|Image by Christopher.F Photography via Flickr|
These days there is a lot of interest in the ROI of BIM and ways of quantifying it. In my experience, working with multiple clients of different size, I have identified a lot of what I will call “soft” benefits of BIM. I call them soft because they are qualitative indicators that are harder to accurately estimate. Their benefit, however, is evident.
1. Less Interruptions
I hate interruptions. Interruptions often happen when there are problems in the field. A designer must respond by dropping whatever he/she is doing to go through the mental exercise of remembering why something was done one way or another. Using BIM helps make such conflicts more obvious and hard to avoid. By linking files from the different consultants together for coordination, design issues jump out as they would in a real life site inspection. BIM allows you to deliver a resolved design. These interruptions are hard (impossible?) to measure, as well as their effect on your personal productivity. Their avoidance is a significant benefit of BIM.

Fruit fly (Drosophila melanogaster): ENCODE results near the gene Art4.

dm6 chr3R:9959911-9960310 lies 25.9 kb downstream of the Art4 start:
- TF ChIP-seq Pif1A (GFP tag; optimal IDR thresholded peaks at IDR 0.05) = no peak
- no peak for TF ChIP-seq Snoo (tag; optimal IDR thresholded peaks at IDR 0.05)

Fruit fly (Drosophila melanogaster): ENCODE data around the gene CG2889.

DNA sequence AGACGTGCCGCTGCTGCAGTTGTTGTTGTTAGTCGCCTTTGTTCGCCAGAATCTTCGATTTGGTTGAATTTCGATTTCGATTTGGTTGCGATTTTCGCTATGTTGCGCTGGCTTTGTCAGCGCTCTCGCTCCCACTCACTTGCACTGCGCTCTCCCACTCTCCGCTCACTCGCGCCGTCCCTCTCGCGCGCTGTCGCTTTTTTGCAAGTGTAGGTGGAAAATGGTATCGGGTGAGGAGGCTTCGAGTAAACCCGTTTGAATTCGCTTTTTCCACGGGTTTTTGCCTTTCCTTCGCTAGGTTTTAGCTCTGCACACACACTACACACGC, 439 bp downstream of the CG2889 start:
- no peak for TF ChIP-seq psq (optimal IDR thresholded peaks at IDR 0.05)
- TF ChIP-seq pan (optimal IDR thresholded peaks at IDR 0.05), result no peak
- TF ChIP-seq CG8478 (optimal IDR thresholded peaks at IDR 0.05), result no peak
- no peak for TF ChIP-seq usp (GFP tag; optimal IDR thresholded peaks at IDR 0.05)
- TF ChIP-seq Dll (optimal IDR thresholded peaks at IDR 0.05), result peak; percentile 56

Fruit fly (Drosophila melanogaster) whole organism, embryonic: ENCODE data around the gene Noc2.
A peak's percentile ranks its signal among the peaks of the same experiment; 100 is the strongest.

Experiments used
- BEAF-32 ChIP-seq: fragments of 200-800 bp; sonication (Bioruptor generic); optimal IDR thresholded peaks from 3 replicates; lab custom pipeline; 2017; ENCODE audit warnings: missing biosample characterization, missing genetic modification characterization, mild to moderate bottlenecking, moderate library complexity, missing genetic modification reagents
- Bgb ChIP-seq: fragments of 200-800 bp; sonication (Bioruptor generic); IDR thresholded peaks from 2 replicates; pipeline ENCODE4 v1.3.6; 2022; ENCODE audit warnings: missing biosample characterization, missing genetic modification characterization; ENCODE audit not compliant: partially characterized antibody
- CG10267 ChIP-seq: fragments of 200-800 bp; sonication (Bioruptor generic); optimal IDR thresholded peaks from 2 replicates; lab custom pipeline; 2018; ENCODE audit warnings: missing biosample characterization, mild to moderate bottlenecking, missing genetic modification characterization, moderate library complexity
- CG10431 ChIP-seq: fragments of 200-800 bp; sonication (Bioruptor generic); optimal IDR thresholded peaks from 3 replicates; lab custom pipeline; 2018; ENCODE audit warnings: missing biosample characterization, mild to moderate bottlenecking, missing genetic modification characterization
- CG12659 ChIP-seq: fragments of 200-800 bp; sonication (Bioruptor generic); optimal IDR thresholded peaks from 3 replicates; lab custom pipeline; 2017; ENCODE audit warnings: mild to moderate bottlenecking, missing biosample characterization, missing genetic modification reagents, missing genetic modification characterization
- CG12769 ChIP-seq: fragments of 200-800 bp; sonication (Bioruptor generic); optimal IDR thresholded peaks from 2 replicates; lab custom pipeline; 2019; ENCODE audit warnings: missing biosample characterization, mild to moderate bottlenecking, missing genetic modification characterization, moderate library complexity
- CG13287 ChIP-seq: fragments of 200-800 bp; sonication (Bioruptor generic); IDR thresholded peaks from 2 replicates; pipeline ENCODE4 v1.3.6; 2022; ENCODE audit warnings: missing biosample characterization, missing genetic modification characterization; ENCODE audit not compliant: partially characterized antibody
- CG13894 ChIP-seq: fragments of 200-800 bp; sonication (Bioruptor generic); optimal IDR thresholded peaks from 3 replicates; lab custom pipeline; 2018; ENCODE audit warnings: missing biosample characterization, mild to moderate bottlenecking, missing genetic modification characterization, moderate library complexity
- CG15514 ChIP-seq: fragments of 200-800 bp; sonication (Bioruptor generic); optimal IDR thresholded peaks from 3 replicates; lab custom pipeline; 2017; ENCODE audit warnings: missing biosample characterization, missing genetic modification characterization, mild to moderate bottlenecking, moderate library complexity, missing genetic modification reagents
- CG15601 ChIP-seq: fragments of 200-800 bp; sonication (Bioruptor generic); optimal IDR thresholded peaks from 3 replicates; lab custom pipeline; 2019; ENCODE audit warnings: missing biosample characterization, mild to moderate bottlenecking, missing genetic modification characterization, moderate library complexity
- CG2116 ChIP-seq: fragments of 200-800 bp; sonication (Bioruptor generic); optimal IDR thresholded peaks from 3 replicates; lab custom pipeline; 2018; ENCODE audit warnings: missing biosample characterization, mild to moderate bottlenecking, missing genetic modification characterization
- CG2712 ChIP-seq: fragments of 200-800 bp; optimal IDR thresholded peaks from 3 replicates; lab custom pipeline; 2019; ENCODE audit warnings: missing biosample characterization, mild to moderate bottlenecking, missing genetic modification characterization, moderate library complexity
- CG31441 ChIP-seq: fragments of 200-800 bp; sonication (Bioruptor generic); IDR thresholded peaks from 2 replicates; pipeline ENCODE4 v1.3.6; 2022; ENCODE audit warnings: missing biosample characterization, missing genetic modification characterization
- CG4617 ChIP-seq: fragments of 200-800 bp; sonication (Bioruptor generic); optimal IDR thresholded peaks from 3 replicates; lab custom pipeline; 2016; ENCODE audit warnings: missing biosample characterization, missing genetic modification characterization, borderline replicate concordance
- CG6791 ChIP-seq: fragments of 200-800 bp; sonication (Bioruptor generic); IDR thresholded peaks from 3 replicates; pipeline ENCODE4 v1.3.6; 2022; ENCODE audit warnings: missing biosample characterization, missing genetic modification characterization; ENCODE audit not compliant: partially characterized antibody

2. Attraction and Retention of Valuable Staff
Some firms have identified that moving to BIM helps them attract the brightest and most motivated staff. On the other hand, firms that resist exploring new technologies, processes and workflows often complain of losing their staff or having low staff morale. Well, if your staff isn’t mentally stimulated, excited to come to work and challenged intellectually, why would they choose to stay with you? So think about that: BIM as a way of attracting and retaining your most valued staff which translates into obtaining and securing more interesting work.
3. Value Designing vs. Value Engineering
When used early in the design process, BIM allows designers to explore and quantify design options to find opportunities to bring value to a project without a huge investment of time. Try running multiple design options and doing early cost estimates and daylighting optimizations using traditonal 2D. By forcing a more integrative approach, the use of BIM allows quick and early comparison of things like aesthetics, code compliance and building performance. Like the previous point, this translates into securing more work because you can prove that you bring value to a project, not just a 3D model at the end.
Don’t underestmate the soft benefits of BIM. The may make your practice more solid than you think.